Kargil war: ‘Top commanders ignored warning’



Kargil war: ‘Top commanders ignored warning’ Zeenews Bureau

Chandigarh: In a stunning revelation, a former Major of the Indian Army has claimed that he had spotted Pakistani infiltrators in Siachen as far back as in January, 1999- a full five months before the official Kargil report that says infiltration was noticed in May-June of that year.

Major Manish Bhatnagar of the 5 Parachute Battalion was court martialled in 2001 for “not obeying orders” a charge which replaced “showing cowardice”. Bhatnagar claims that he was targeted by his seniors for speaking the truth about Pakistani invasion.

“In January-Feb 1999, I saw a series of movements and bunkers on Peak 5770 on Siachen glacier and reported it to my seniors. It was suppressed,” Bhatnagar told Zee News.

The official Army history of Kargil war states that the intrusion by Pakistan was noticed only in May-June of 1999.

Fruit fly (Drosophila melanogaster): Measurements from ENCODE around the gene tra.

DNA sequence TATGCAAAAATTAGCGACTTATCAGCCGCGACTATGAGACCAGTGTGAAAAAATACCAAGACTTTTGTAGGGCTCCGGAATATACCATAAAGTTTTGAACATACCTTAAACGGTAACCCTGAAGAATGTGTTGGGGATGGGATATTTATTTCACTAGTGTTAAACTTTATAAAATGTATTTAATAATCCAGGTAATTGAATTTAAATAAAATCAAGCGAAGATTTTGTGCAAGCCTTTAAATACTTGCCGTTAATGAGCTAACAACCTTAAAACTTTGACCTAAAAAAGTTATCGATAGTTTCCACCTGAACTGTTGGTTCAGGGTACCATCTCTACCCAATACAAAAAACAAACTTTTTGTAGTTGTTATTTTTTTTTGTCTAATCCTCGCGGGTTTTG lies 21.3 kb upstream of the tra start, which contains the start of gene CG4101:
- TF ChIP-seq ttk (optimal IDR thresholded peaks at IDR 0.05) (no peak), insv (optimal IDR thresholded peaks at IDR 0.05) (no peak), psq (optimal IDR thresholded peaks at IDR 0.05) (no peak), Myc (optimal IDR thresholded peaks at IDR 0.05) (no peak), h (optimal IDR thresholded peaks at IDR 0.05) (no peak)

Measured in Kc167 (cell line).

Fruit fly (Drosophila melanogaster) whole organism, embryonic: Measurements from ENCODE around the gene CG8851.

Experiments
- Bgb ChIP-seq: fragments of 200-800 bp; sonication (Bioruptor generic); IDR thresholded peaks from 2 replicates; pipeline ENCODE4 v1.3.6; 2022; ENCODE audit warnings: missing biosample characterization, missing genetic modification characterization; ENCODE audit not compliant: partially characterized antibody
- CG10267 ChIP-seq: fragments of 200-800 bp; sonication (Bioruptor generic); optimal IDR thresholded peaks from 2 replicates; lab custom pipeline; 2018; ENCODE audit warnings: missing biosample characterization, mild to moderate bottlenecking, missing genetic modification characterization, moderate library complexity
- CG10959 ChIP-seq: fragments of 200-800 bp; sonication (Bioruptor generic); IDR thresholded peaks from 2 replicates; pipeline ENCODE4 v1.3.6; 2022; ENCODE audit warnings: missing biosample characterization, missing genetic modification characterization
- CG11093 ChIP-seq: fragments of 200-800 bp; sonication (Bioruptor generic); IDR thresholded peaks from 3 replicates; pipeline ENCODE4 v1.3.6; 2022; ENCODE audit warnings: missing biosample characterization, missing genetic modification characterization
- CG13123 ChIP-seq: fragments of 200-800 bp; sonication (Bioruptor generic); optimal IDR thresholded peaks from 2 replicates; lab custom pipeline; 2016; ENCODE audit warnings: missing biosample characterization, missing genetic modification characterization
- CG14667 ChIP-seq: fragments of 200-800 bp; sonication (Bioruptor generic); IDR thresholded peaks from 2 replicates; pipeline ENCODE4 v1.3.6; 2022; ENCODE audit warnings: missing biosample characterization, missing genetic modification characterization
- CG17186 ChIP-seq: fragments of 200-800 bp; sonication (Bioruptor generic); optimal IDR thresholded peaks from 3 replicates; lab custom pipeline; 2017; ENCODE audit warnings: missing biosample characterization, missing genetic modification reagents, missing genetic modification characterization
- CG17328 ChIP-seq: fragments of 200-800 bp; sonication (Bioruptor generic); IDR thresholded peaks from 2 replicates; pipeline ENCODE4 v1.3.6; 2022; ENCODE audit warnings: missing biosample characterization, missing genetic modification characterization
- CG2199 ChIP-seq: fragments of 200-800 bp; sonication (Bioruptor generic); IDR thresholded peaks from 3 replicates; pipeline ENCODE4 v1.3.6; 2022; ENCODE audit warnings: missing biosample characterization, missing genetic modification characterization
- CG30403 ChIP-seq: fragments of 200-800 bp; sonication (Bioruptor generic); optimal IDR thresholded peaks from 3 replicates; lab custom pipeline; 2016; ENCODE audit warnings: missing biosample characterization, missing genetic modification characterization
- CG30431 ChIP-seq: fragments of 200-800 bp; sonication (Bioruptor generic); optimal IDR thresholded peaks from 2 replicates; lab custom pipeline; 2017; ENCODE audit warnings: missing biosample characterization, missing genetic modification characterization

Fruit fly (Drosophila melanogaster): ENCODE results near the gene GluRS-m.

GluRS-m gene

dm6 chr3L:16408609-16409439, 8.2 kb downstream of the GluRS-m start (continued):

As per his appeal before the Armed Forces Tribunal for reinstatement of his honour, Bhatnagar had said in the Situation Report given to his Commanding Officer AK Srivastava that he had observed an enemy bunker. Srivastava, however, asked him not to send any more written reports.

His company also came under enemy fire and some Indian troopers were injured in February. According to Bhatnagar, even this information did not move his seniors to action.

"The reports of enemy activity were withheld from army HQ, the government, and even the neighbouring brigade, for which it was highly actionable information... when the petitioner continued to report enemy activity, he was sent on leave," his petition states.

When this peak was finally captured it revealed a cache of arms and ammunition which indicated presence for a longer time.

Bhatnagar was court martialled after he refused to send his men to resume control of Point 5203 in June- when a complete war had broken out. Bhatnagar says he refused as his company was tired and did not have enough ammo.

Bhatnagar told Zee News that had his information been taken seriously, India would not have lost over 500 soldiers in the war.

The revelation comes days after the Armed Forces Tribunal declared the official Kargil history as fudged and ordered its re-writing.